Vermouth can range from dry to sweet and can be red, blush, or white. Its fragrances and flavour profiles may vary as well depending on the types of botanicals, herbs, and spices used in the aromatising process. In general, red vermouth is sweet while white vermouth is dry, but winemakers are coming up with all sorts of interesting combinations today.

Extra-Dry to Dry Vermouth

Extra-dry vermouth is light in colour, aromatic, typically bitter, has a sugar content of around 4 percent, and has an alcohol content of around 16 to 18 percent ABV. This is what you use when making cocktails like Manhattans and Martinis. They often use flavours like elderflower along with light hints of fruit.

Sweet Vermouth

Sweet vermouth tends to be red, although you can also find sweet white vermouth too. Sweet vermouth has only one addition to the recipe – sugar. It is most commonly used in Manhattans and Negronis as it has a delicate balance of rich, spicy, herbal, sweet, and bitter flavors. Red vermouths derive their color from added red wine, or sometimes from caramel and other herbs.

Bianco Vermouth

Bianco vermouth is also clear or slightly golden in colour and is sweeter than dry vermouth.

Though you might think sweet vermouth uses red grapes, all three styles of vermouth typically use neutral white grapes, such as trebbiano. Bianco vermouth tends to be vanilla-forward, and one of the most famous brands associated with it is Martini & Rossi.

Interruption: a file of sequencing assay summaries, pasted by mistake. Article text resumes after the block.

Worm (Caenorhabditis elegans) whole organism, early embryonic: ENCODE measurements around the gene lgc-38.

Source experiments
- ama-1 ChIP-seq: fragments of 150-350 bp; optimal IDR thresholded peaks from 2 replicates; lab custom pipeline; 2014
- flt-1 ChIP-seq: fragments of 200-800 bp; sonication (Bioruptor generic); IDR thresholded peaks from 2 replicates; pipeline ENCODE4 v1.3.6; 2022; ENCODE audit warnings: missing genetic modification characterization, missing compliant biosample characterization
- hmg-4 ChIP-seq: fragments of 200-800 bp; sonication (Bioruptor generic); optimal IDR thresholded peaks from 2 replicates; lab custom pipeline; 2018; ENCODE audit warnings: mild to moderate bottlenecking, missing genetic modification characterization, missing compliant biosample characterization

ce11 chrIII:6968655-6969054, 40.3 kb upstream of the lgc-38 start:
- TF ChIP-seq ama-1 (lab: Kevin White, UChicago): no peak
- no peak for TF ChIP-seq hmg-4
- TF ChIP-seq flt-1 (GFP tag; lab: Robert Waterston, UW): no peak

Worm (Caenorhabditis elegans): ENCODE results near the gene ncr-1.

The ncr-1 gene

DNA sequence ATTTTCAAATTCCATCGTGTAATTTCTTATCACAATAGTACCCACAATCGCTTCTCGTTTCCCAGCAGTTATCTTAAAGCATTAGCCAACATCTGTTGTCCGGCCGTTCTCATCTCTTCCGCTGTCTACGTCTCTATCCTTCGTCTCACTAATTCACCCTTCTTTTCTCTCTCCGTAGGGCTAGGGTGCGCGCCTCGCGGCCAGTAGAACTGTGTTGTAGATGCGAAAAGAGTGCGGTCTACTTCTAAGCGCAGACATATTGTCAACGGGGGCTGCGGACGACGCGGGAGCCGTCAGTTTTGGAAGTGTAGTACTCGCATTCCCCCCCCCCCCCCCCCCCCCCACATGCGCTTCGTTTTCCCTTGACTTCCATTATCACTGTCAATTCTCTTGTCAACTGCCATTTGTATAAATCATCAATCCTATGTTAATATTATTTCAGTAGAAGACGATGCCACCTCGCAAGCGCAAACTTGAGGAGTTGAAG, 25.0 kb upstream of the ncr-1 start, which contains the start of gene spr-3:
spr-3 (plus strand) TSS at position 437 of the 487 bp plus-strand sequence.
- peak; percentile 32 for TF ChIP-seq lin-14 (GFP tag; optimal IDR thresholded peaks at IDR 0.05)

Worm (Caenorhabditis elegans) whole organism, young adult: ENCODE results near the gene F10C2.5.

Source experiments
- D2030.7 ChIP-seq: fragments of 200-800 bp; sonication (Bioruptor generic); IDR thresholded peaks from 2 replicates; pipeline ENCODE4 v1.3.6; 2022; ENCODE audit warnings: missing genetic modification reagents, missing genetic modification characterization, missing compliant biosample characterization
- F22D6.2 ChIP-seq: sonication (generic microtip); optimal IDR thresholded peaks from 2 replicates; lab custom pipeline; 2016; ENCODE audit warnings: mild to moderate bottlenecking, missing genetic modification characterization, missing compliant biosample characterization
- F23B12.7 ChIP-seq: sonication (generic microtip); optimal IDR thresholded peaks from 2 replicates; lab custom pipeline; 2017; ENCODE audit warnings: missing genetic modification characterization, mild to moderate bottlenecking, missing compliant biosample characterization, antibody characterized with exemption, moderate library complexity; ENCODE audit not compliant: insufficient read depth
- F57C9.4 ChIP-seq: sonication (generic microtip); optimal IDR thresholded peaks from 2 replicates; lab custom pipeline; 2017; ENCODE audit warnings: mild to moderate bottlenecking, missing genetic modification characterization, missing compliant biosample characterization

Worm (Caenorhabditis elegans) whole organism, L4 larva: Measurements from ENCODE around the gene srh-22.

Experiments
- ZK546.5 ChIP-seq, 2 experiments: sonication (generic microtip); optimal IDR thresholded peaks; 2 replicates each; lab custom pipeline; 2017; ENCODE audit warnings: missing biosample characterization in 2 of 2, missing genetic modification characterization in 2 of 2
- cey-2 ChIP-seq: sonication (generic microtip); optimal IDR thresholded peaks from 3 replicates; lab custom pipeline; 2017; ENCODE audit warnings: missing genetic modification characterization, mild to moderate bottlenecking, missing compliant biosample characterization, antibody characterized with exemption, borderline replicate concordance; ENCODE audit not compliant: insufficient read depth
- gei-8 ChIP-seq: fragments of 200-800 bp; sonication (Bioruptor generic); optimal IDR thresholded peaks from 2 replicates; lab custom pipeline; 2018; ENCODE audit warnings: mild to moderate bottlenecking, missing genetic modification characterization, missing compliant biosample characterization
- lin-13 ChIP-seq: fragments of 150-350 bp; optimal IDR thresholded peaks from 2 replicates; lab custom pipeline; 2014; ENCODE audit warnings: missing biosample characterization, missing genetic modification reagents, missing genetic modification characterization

Rosé/Rosato Vermouth

Quite new to the market, rosé vermouth is, as you might expect, somewhere between a red and a white vermouth in flavour and colour. This hybrid flavor comes from using both red and white wines in the base.

Several wine grapes, including Clairette blanche, Piquepoul, Bianchetta Trevigiana, Catarratto and Trebbiano can be used as the base ingredients for vermouths.

Classic Cocktails –

Bartenders have known for generations what casual drinkers were slow to pick up on – the value of vermouth cannot be overstated. If you’re looking at some classic cocktails featuring vermouth, here are some you need to try as soon as posible:

Manhattan: 60ml Rye or Canadian whisky, 22.5ml Sweet red vermouth, Dash of Angostura bitters, and a Maraschino cherry on top!

Vieux Carré: 22.5ml rye whiskey, 22.5ml cognac, 22.5ml sweet vermouth, 2 teaspoons Bénédictine liqueur and top it up with bitters and a lime garnish – this one’s definitely not for the faint-hearted

Negroni: The holy trinity of 30ml gin, 30ml Campari and 30ml sweet red Vermouth.

Boulevardier: 30ml Campari, 30ml Sweet red vermouth, 30ml bourbon.

Another popular way to use vermouth is to make different types of classic martinis – be it a Dirty Martini, Dry Martini or a Bitter Martini – the popularity of vermouth is often determined by the type of martini you like.